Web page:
Twelve aniridia patients, five with a family history and seven presumed to be sporadic, were exhaustively screened in order to test what proportion of people with aniridia, uncomplicated by associated anomalies, carry mutations in the human PAX6 gene. Mutations were detected in 90% of the cases. Three mutation detection techniques were used to determine if one method was superior for this gene. The protein truncation test (PTT) was used on RT-PCR products, SSCP on genomic PCR amplifications, and chemical cleavage of mismatch on both RT-PCR and genomic amplifications. For RT-PCR products, only the translated portion of the gene was screened. On genomic products exons 1 to 13 (including 740 bp of the 3' untranslated sequence and all intron/exon boundaries) were screened, as was a neuroretina specific enhancer in intron 4. Ten of the possible 12 mutations in the five familial cases and five of the sporadic patients were found, all of which conformed to a functional outcome of haploinsufficiency. Five were splice site mutations (one in the donor site of intron 4, two in the donor site of intron 6, one in each of the acceptor sites of introns 8 and 9) and five were nonsense mutations in exons 8, 9, 10, 11, and 12. SSCP analysis of individually amplified exons, with which nine of the 10 mutations were seen, was the most useful detection method for PAX6.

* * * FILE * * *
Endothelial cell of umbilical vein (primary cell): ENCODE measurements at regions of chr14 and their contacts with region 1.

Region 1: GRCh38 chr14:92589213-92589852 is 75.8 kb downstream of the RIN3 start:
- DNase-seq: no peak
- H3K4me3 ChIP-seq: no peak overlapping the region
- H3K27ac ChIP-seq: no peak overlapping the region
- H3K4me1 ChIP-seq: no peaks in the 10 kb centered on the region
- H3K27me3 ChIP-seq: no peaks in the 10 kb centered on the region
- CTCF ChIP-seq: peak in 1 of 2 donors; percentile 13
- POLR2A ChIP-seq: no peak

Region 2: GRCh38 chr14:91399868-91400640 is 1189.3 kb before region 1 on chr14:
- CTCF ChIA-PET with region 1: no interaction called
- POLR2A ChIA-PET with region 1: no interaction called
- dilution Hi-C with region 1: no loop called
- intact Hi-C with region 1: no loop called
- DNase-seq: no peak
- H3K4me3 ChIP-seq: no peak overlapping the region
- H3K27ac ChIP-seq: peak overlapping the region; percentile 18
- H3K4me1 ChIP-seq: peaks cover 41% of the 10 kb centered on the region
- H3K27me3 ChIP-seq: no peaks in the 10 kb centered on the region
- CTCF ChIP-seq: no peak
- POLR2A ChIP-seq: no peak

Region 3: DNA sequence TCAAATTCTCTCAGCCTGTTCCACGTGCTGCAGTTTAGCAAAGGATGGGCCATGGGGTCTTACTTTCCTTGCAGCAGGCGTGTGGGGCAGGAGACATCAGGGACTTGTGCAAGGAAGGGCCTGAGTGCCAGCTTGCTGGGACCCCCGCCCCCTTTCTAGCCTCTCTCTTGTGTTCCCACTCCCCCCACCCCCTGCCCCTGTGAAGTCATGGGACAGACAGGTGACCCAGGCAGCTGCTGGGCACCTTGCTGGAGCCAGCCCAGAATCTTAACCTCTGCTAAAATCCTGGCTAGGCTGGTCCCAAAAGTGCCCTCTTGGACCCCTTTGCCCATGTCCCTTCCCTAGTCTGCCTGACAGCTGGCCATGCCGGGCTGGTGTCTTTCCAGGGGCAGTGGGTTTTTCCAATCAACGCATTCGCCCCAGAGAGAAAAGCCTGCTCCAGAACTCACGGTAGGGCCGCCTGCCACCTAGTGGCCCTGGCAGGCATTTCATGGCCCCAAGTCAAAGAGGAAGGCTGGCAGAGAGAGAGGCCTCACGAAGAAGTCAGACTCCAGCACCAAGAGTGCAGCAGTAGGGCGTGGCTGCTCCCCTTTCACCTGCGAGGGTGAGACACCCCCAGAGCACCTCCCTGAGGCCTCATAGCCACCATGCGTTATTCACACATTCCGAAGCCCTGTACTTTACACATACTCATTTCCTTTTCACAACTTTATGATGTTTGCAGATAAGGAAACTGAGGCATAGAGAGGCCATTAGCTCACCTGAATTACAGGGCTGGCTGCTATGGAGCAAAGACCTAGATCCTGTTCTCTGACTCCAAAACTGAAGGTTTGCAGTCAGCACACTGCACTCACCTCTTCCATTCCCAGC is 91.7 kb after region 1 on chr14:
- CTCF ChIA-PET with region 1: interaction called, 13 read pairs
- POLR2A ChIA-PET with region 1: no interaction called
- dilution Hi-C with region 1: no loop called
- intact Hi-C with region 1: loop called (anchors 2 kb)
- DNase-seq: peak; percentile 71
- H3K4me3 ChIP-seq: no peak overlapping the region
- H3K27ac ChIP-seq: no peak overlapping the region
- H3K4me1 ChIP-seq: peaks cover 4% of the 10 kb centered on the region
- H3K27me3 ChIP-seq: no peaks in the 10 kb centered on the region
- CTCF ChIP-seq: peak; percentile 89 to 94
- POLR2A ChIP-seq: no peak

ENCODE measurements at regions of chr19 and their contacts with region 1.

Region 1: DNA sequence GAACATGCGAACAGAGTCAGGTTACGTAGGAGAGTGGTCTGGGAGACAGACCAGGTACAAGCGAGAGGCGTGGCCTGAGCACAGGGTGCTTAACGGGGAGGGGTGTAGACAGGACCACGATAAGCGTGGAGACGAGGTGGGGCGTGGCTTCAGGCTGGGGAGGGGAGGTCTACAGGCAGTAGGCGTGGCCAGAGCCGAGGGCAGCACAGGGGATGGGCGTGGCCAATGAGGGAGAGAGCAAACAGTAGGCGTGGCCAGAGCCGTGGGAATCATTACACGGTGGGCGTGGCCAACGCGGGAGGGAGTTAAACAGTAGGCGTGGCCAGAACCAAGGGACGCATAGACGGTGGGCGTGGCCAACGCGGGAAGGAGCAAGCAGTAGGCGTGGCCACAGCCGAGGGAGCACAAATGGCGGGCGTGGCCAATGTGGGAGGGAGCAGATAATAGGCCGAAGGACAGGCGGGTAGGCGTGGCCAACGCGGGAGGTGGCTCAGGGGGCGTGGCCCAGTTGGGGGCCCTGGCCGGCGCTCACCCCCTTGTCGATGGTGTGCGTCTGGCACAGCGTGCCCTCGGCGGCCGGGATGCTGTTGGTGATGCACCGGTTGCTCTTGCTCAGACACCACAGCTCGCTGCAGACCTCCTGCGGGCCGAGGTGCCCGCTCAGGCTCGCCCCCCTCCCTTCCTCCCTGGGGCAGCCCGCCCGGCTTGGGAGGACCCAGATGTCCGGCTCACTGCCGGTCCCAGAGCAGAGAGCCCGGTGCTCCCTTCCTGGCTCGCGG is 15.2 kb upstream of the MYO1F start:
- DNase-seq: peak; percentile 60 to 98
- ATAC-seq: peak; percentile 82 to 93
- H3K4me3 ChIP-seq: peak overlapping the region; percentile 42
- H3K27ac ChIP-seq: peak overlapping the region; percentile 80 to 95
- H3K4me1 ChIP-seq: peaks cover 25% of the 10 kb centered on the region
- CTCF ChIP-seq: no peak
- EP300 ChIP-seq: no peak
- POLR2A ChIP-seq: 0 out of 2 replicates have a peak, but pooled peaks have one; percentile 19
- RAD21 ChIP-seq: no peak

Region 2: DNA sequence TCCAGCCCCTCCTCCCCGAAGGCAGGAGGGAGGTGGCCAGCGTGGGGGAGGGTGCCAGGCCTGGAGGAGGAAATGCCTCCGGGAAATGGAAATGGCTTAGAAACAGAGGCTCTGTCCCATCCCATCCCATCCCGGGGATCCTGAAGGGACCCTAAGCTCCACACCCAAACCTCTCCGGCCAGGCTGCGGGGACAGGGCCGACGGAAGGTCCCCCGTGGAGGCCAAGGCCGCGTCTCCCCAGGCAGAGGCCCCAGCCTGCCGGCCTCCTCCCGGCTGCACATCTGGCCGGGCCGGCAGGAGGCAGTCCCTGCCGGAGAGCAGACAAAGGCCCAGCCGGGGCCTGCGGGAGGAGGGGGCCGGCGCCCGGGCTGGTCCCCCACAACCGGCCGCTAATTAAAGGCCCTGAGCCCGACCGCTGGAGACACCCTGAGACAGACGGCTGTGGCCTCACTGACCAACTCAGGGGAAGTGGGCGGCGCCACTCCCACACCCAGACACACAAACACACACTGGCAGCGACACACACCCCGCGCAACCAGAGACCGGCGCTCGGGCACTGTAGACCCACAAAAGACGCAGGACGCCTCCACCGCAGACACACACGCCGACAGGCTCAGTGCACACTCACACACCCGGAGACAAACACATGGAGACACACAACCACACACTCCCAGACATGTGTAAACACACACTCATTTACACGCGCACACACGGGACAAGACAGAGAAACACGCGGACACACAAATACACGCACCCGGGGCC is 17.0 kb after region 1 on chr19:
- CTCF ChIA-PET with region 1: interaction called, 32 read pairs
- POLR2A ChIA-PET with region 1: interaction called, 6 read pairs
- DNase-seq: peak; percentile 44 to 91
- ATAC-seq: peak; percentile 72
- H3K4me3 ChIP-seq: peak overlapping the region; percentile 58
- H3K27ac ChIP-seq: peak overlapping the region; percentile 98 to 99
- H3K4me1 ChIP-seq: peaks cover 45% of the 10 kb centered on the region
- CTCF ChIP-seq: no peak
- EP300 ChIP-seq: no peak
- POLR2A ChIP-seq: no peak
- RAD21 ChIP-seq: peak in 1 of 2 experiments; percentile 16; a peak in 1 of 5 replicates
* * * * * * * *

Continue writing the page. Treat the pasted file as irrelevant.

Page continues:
Statistics from Altmetric.com
If you wish to reuse any or all of this article please use the link below which will take you to the Copyright Clearance Center’s RightsLink service. You will be able to get a quick price and instant permission to reuse the content in many different ways.